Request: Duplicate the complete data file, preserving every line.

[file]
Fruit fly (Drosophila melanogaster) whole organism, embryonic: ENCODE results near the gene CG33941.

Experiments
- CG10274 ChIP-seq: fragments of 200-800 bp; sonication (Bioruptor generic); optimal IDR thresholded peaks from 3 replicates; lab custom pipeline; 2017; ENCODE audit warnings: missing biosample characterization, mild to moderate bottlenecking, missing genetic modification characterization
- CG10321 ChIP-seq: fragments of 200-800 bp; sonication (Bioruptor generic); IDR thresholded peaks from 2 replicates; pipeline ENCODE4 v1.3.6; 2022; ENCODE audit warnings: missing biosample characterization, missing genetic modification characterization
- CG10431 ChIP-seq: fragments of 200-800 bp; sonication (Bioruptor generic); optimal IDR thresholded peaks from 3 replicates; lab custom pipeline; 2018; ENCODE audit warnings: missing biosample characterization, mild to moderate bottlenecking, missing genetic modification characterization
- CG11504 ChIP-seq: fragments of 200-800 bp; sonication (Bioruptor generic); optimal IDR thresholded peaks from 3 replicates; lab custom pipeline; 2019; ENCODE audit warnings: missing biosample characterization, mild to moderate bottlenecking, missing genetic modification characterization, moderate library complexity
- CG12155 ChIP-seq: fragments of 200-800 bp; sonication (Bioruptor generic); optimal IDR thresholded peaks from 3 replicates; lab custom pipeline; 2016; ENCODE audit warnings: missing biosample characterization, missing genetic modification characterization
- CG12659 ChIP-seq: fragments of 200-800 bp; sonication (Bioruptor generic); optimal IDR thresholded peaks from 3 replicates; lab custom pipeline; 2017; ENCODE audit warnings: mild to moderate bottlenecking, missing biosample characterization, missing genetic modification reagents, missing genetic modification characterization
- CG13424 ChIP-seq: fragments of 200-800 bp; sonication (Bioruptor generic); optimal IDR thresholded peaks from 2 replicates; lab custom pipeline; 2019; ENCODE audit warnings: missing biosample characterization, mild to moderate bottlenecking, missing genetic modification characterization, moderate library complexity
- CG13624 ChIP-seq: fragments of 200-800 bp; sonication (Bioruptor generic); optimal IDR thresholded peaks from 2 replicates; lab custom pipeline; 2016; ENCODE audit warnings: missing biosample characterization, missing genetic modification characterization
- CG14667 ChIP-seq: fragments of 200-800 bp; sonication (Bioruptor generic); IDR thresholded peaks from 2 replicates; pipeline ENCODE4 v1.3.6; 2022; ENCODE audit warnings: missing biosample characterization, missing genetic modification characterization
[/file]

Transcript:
Fruit fly (Drosophila melanogaster) whole organism, embryonic: ENCODE results near the gene CG33941.

Experiments
- CG10274 ChIP-seq: fragments of 200-800 bp; sonication (Bioruptor generic); optimal IDR thresholded peaks from 3 replicates; lab custom pipeline; 2017; ENCODE audit warnings: missing biosample characterization, mild to moderate bottlenecking, missing genetic modification characterization
- CG10321 ChIP-seq: fragments of 200-800 bp; sonication (Bioruptor generic); IDR thresholded peaks from 2 replicates; pipeline ENCODE4 v1.3.6; 2022; ENCODE audit warnings: missing biosample characterization, missing genetic modification characterization
- CG10431 ChIP-seq: fragments of 200-800 bp; sonication (Bioruptor generic); optimal IDR thresholded peaks from 3 replicates; lab custom pipeline; 2018; ENCODE audit warnings: missing biosample characterization, mild to moderate bottlenecking, missing genetic modification characterization
- CG11504 ChIP-seq: fragments of 200-800 bp; sonication (Bioruptor generic); optimal IDR thresholded peaks from 3 replicates; lab custom pipeline; 2019; ENCODE audit warnings: missing biosample characterization, mild to moderate bottlenecking, missing genetic modification characterization, moderate library complexity
- CG12155 ChIP-seq: fragments of 200-800 bp; sonication (Bioruptor generic); optimal IDR thresholded peaks from 3 replicates; lab custom pipeline; 2016; ENCODE audit warnings: missing biosample characterization, missing genetic modification characterization
- CG12659 ChIP-seq: fragments of 200-800 bp; sonication (Bioruptor generic); optimal IDR thresholded peaks from 3 replicates; lab custom pipeline; 2017; ENCODE audit warnings: mild to moderate bottlenecking, missing biosample characterization, missing genetic modification reagents, missing genetic modification characterization
- CG13424 ChIP-seq: fragments of 200-800 bp; sonication (Bioruptor generic); optimal IDR thresholded peaks from 2 replicates; lab custom pipeline; 2019; ENCODE audit warnings: missing biosample characterization, mild to moderate bottlenecking, missing genetic modification characterization, moderate library complexity
- CG13624 ChIP-seq: fragments of 200-800 bp; sonication (Bioruptor generic); optimal IDR thresholded peaks from 2 replicates; lab custom pipeline; 2016; ENCODE audit warnings: missing biosample characterization, missing genetic modification characterization
- CG14667 ChIP-seq: fragments of 200-800 bp; sonication (Bioruptor generic); IDR thresholded peaks from 2 replicates; pipeline ENCODE4 v1.3.6; 2022; ENCODE audit warnings: missing biosample characterization, missing genetic modification characterization